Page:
A first look at “Visualize the list” in Microsoft Lists

Microsoft is rolling out a new Power Platform integration for Microsoft Lists called Visualize the list. This latest addition creates an auto-generated Power BI report based on the underlying list schema. The auto-generated report provides an excellent starting point for users not proficient with Power BI. In this blog post I will show how to get started with Visualize the list and offer some Power BI tips as I go along. For the purposes of this article I will be referencing an updated version of the Issue tracker template.

Getting started

To create the auto-generated report, click Integrate > Power BI > and then select Visualize the list.

To create the auto-generate report, click Integrate > Power BI > and then select Visualize the list.

Our initial report is shown in the image below. Power BI has created two measures for use within the report:

  • Count of rows (A) is a default measure that is included with all auto-generated reports.
  • Days Old (B) is a number column and is automatically converted to a sum measure. Any number columns would be given the same treatment by Power BI.
  • Choice columns like Priority and Status (C) are included as counts in the Quick summary section and provide different perspectives on the same data.
  • Date columns like Date reported (D) and Due Date are automatically converted into a date hierarchy where report users can group, filter and drill up or down from Year > Quarter > Month > Day.
Default auto-generated report

The initial report is highly interactive and can be dynamically updated by selecting any of the measures and attributes listed in the Your data pane. As an example, if I am more interested in Count of rows and not Days Old I would simply select Count of rows and de-select Days Old. The “Sum of Days Old by Status” changes to “Count of Issue tracker by Status”.

Your data pane.

Add Tooltips

You can add more contextual information to the data visualizations by adding Tooltips. Tooltips are supplemental measures that display on mouse hover. To do so:

  • Click Personalize this visual.
Personalize this visual
  • Click Add a new field under Tooltips.
Tooltips a new field
  • Select your desired measure. In my case I am adding Days Old.
Add a new measure as a tooltip

When I hover over the values shown in my updated chart I see the Days Old measure added to the tooltip. When used conservatively this is a great way to add value to the report experience.

Tooltips added to the mouse hover experience

Modify Attributes

You can modify the attributes of an existing data visualization to help tell the story of your data. In the sample image below, I want to change the visual to see how many issue are assigned to each person.

Sample image that we will change the attributes on.
  • Click Personalize this visual (A).
  • Change Axis to Person or group the issue is assigned to (B).
  • Change Values to Issue (C). This will automatically convert to a count measure.
  • Add Days Old (D) as a Tooltips.
  • Click X (E) to exit.
Personalize the data visualization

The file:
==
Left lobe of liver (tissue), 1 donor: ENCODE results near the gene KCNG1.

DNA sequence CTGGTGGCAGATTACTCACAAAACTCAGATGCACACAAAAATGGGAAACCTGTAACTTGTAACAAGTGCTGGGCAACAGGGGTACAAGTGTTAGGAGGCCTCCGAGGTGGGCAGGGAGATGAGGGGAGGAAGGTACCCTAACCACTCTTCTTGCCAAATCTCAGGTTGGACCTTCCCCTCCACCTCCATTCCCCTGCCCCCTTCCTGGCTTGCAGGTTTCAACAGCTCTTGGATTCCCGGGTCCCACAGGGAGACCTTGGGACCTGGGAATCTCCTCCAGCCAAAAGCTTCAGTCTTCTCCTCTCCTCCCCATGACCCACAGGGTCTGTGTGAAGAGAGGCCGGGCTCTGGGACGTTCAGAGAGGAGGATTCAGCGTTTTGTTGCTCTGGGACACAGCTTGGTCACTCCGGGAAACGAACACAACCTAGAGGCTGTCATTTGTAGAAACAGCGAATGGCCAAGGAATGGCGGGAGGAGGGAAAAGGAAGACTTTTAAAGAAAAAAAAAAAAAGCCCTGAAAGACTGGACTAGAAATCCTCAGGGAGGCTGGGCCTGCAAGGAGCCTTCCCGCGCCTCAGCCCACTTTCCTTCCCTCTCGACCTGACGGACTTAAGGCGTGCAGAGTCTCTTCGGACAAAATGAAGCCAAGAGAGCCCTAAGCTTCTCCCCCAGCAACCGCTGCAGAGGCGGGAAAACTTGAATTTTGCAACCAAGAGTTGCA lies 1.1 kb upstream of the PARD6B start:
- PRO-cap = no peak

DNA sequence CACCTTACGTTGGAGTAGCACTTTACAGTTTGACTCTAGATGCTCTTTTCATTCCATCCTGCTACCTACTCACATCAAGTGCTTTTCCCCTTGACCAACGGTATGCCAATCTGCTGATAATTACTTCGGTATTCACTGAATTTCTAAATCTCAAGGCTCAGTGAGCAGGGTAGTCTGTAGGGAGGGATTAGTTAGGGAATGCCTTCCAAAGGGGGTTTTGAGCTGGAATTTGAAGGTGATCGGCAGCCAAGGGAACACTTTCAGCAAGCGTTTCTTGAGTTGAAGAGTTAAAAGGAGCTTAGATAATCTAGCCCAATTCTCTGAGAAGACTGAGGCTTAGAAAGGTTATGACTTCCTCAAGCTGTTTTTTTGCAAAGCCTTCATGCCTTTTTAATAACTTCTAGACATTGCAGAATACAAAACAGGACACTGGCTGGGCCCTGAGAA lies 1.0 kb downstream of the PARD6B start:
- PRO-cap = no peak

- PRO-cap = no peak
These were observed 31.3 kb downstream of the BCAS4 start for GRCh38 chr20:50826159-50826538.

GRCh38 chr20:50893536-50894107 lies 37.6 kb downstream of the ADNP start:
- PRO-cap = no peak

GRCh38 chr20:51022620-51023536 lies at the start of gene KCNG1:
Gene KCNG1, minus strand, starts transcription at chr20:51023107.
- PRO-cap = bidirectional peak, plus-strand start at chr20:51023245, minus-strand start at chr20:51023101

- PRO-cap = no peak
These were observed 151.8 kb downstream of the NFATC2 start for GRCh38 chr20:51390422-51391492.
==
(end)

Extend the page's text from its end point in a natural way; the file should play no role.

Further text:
The updated data visualization is shown in the image below.

Updated data visualization.

You can modify an existing data visualization type to make the information more consumable by the viewers. In the sample image below, I want to change the visual from a clustered bar chat to a donut chart.

Sample image that we will change the chart type.
  • Click Personalize this visual (A).
Personalize the data visualization

The updated data visualization is shown in the image below.

Updated data visualization.

Show Data Table

As good as data visualizations are sometimes its nice to have a tabular listing of the data to view the complete details. In the Visualize the list click the Show data table button and the data table is shown on the bottom of the report canvas.

Show data table

The nice thing about Power BI reports is the dynamic cross-filtering that occurs when you interact with the values in the data visualizations. In the image below I have click on my name and the rest of the report has filtered to show only my values.

Data table shown.

Publish to the list

Once you have finished customizing the default report you can save and publish it to the list for quick access. To do so:

  • Click Publish to list.
  • Provide a name. I.e. Issue Tracker.
  • Click Publish.
Publish to list experience.

Our report is now available from the Microsoft Lists Integrate menu under Power BI. The report will render in Power BI.

Integrate menu under Power BI.

Summary

The Visualize this list feature is a great way to build a “starter” report, especially for those without Power BI experience or with simple reporting needs. If you are familiar with Power BI Desktop you will find the experience quite familiar. I do wish there were more data formatting features for column types like dates. Be sure to try this feature with your lists, you might be surprised by the insights that it provides and the further analytic questions that it raises.

Thanks for reading!

NY

5 thoughts on “A first look at “Visualize the list” in Microsoft Lists

    1. Hi Jim,

      Thanks for those nice words. As far as I know, it is not supported with the Visualize this list feature. I tried this with the Power BI web-part in SharePoint and it did not work.

      Thanks for reading!

      NY

      Like

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